Motion to dismiss the ADA and RA claims. For their ADA and RA claims, the children contend that by failing to arrange for the necessary in-home nursing services, they are facing institutionalization or hospitalization. According to the court, the U.S. Supreme Court and the Seventh Circuit have held that such unjustified institutional isolation of a disabled individual receiving medical care from a state amounts to an actionable form of discrimination under the ADA and RA.

Norwood nevertheless argued that the claims of C.F., J.M., and S.M. were barred by a Seventh Circuit decision holding that there is no legal injury for ADA and RA purposes when the provision of fewer services does not force an individual into a less integrated setting. Therefore, Norwood argued, since the setting in which the children receive their nursing services, their own homes, has not changed, they have no claim.

The children countered with the decision in another case against Norwood (M.A. v. Norwood), which held that the children need not allege actual institutionalization to state ADA and RA claims if the threat of institutionalization is real (see Class action against Illinois Medicaid for terminating children’s in-home services survives, September 24, 2015). The court in M.A. v. Norwood held that the threat of institutionalization is “real” if the state Medicaid Director made no representation that the children would not face imminent institutionalization. The court noted that Norwood declined to give such assurances in this case. The court concluded that the motion to dismiss the ADA and RA claims would be denied as to O.B., C.F., J.M., and S.M.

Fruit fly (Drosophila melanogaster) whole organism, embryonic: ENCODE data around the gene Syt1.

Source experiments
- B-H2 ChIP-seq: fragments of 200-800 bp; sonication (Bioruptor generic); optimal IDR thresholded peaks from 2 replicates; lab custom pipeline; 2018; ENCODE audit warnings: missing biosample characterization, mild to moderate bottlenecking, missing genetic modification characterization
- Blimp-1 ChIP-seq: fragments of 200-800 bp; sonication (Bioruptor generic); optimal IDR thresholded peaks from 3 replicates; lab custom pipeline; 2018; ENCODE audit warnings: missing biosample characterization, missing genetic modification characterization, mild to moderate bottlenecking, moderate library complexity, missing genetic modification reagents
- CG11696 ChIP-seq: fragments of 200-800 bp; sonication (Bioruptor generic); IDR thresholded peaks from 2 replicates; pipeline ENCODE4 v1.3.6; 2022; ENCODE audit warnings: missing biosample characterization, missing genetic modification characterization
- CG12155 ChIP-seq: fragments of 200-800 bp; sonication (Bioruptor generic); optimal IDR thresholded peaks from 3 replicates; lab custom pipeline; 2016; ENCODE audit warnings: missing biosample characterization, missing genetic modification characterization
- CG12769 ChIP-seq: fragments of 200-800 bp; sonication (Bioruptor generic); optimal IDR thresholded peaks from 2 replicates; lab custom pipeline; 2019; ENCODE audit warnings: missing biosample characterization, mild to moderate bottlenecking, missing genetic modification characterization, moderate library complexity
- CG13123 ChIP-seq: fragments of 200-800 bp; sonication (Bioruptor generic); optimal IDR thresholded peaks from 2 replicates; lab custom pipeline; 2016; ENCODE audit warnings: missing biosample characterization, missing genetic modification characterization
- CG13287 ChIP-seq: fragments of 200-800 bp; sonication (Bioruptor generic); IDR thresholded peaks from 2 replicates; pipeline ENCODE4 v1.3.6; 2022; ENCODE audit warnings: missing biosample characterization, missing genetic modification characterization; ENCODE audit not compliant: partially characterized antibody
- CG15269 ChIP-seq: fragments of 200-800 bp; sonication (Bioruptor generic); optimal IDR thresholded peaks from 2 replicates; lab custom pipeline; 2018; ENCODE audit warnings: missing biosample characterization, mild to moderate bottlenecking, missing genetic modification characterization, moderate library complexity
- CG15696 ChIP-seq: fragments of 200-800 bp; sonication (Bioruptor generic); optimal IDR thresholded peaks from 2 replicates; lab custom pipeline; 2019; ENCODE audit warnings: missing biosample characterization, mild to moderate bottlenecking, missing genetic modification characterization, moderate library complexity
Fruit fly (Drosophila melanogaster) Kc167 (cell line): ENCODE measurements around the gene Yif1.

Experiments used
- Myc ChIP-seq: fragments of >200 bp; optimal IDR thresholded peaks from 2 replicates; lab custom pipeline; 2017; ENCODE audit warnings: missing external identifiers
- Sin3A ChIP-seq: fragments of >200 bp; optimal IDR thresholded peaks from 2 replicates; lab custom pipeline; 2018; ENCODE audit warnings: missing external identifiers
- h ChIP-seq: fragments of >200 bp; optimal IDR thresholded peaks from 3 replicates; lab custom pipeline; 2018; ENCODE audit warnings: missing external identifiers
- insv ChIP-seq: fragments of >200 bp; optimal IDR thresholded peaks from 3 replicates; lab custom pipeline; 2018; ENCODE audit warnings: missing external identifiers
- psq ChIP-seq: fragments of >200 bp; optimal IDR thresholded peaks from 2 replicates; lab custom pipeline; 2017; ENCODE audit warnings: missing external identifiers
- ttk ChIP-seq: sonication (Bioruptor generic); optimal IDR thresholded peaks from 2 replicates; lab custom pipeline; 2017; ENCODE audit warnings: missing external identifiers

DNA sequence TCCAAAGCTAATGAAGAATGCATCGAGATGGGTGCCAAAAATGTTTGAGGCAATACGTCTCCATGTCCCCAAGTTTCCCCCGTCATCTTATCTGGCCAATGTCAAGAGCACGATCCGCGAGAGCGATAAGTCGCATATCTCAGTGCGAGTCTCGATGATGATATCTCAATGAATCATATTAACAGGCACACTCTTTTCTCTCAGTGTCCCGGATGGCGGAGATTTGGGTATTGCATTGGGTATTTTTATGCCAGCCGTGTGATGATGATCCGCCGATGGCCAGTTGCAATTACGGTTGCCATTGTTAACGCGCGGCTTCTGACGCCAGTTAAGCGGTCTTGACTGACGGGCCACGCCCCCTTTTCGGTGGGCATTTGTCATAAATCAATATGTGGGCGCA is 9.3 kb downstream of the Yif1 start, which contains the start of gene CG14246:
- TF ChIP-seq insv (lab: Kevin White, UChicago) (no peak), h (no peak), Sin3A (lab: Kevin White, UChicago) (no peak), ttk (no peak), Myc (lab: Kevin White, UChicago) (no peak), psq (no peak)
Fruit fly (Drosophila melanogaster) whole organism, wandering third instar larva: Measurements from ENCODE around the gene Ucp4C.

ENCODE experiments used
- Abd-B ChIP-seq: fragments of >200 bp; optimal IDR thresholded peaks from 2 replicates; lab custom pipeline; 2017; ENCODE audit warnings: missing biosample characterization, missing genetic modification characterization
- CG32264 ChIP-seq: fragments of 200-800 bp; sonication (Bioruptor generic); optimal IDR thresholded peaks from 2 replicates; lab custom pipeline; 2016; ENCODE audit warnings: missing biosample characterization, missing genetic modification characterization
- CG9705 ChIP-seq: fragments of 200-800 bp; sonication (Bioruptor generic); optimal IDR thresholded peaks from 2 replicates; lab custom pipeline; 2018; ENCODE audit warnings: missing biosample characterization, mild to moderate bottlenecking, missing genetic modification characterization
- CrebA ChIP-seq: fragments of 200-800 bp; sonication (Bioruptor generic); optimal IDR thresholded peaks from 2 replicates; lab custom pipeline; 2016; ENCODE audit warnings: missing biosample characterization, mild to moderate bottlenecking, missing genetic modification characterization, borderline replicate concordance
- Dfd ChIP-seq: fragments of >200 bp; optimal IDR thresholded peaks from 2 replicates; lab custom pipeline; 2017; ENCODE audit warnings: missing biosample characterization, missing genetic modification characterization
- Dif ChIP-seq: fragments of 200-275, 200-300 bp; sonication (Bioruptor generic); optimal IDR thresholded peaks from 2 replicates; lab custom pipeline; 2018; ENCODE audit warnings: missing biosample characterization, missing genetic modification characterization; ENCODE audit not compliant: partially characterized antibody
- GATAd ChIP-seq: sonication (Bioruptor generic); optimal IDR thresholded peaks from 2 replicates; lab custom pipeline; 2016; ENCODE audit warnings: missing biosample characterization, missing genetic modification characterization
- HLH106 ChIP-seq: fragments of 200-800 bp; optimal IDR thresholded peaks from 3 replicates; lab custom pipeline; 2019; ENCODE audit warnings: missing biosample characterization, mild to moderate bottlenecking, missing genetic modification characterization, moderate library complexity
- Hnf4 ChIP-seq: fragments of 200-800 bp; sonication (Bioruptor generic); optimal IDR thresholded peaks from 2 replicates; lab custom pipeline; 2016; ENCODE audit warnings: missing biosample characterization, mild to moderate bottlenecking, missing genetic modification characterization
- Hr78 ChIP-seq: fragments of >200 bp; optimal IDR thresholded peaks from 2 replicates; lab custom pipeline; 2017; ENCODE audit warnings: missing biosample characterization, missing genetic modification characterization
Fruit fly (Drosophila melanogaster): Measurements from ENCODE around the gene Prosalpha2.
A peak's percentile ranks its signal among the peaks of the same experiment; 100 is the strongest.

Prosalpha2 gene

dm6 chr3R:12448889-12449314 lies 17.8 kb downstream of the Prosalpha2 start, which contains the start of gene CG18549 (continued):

Motion for preliminary injunction. Because Norwood’s opposition regarding the children’s likelihood of success on their Medicaid Act claims merely repeated the arguments Norwood made in support of her motion to dismiss, the court found that the likelihood of success on Counts I and II was firmly established. The court also found that the children’s lack of an adequate remedy at law and irreparable injury in the event an injunction was denied on Counts I and II was similarly evident, given Norwood’s concession that each child has been approved for in-home shift nursing services, and such approval required proof of medical necessity. As such, the court granted the preliminary injunction as to Counts I and II.

By contrast, however, the court found that the ADA (Count III) and RA (Count IV) claims raised certain factual issues. Although C.F., J.M., and S.M. need not demonstrate actual institutionalization resulting from their non-receipt of all EPSDT services allotted to them, the court decided that they nevertheless must demonstrate a real threat that institutionalization will follow from that deprivation. And while the medical necessity of the services has been resolved, the question of whether the denial of such services would lead to institutionalization was not.

Likewise, for O.B. to support his claim for shift-nursing services in the more integrated setting of his home (as opposed to the hospital where he is now treated), the court decided that O.B. must demonstrate that the state’s treatment professionals find that such treatment is appropriate, and that placement in the community can be reasonably accommodated, taking into account the state’s resources and the needs of others with similar disabilities.

Accordingly, the court refused to grant the preliminary injunction as to the ADA and RA claims and allowed Norwood to request an evidentiary hearing to resolve these factual issues.

The case is No. 15 C 10463.

Attorneys: Robert Hugh Farley, Jr. (Robert H. Farley, Jr., Ltd.) for O. B. John E. Huston, Illinois Attorney General's Office, for Felicia F. Norwood.

Companies: Illinois Department of Healthcare and Family Services